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The Finished Goods Series
from E/Step Software Inc.
  The Right Calendar for Each SKU
Forecast Module
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Replenishment Planning

Distribution Planning

Don't be tied down to one calendar

FGS is the only system that lets you set each SKU to the most appropriate calendar for that SKUCalendar ReviewIn this example, the water pump installation gasket kit has low, lumpy demand of 36 units per month.  There is no trend and no seasonality.  You consider a different calendar to see if it will generate a better forecast model.   On the left is the result of a "calendar competition" that shows the forecasts with the least relative error on the top and the greatest on the bottom.  The current 5-4-4 monthly calendar has a standard deviation of 83 adjusted for the lead time and is second worst.  If you use a quarterly calendar the standard deviation would be 63.4, or 24% less (which also means the safety stock will be 24% less).

Calendar SimulationIn the screen on the right you can see the simulation of the forecast using each of two different calendars.  The lower window, on a quarterly calendar, has a slightly decreasing trend.

Since the residual forecast error reduces, so does the safety stock, from 108 to 82 units.  At $5.82 per unit, the value of the safety stock reduction is $148.  The service stays the same at 99.1%.

Most businesses have a mix of both high- and low-volume SKUs.  To achieve the lowest possible forecast error, high-volume SKUs should typically be forecasted more often (monthly, weekly, or somewhere in between), and the low-volume SKUs less often (bimonthly, quarterly, annually, etc.).  Forcing all your SKUs onto the same calendar raises your forecast errors and thus your inventory as well.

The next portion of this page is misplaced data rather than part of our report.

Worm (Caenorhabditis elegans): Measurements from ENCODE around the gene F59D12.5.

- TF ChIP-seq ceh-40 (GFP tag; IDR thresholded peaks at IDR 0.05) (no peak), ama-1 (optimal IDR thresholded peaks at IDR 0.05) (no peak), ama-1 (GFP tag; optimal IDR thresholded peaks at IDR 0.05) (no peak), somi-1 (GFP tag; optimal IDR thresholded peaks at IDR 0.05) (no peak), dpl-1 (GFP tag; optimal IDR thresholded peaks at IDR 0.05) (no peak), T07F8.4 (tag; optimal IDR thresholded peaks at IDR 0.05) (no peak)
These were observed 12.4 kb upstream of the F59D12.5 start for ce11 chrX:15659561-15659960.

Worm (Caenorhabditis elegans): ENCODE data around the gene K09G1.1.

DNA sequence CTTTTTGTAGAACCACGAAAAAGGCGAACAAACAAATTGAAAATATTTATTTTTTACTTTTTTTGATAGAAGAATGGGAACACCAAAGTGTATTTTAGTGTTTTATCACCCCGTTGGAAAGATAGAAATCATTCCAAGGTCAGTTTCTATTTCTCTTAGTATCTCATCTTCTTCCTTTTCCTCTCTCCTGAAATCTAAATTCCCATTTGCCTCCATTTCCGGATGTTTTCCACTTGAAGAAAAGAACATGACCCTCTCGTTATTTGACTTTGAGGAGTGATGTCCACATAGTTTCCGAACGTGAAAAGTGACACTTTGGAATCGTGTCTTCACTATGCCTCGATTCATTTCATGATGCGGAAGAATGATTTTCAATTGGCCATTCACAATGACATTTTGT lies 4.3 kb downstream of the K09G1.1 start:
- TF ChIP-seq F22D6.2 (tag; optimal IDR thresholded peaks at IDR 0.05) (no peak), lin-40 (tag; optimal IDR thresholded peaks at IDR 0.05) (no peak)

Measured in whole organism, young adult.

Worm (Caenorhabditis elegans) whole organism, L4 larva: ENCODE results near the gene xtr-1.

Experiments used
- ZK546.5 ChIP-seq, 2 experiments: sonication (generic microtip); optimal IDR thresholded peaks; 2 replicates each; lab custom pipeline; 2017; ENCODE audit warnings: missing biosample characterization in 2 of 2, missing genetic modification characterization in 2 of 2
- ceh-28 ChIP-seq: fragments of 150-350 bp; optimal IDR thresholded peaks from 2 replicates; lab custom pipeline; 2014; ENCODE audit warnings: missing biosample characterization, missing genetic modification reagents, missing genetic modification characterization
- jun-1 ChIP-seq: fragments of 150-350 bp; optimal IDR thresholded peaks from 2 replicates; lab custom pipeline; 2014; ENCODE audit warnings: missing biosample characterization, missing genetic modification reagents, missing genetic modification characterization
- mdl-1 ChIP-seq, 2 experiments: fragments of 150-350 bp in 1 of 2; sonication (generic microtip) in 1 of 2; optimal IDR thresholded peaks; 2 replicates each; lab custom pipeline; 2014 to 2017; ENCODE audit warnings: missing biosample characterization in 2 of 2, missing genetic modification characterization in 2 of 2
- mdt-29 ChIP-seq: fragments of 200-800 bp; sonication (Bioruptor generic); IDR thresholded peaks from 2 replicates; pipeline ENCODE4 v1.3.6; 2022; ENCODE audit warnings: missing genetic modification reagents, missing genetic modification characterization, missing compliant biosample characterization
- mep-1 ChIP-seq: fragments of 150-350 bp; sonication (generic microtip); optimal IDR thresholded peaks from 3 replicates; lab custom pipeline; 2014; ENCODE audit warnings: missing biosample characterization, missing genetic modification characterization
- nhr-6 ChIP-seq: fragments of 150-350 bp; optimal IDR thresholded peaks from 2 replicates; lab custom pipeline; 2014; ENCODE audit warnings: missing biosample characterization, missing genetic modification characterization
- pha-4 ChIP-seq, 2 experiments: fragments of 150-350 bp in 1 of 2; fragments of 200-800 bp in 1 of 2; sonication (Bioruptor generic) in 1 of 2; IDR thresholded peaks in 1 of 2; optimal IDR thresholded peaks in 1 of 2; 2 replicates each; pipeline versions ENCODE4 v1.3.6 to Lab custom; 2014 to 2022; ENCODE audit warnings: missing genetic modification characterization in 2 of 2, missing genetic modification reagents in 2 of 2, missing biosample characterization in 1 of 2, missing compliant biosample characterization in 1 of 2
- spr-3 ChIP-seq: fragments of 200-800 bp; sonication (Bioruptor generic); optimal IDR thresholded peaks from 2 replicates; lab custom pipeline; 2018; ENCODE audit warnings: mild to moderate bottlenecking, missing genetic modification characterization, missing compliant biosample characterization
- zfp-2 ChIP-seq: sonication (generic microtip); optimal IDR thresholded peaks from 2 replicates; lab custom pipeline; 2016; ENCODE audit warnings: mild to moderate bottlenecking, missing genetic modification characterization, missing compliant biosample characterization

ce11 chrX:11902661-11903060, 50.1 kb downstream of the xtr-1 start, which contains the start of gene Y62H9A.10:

Calendar ErrorThe error distribution on the monthly calendar isn't quite normal, falling somewhere between the normal and exponential distributions.

Notice that the standard deviation ("Std") on the monthly calendar is 31.0, and 40.0 for the quarterly calendar.  At first glance one might think that the quarterly forecast has more error, not less.  But remember that it is relative to its own calendar.  Adjusted by the lead time, the quarterly error is actually less.  Plus, instead of monthly forecast reviews, the quarterly model is reviewed only once per quarter—a 66% reduction in workload.  Think what this means for your operations—you get better results but with less effort!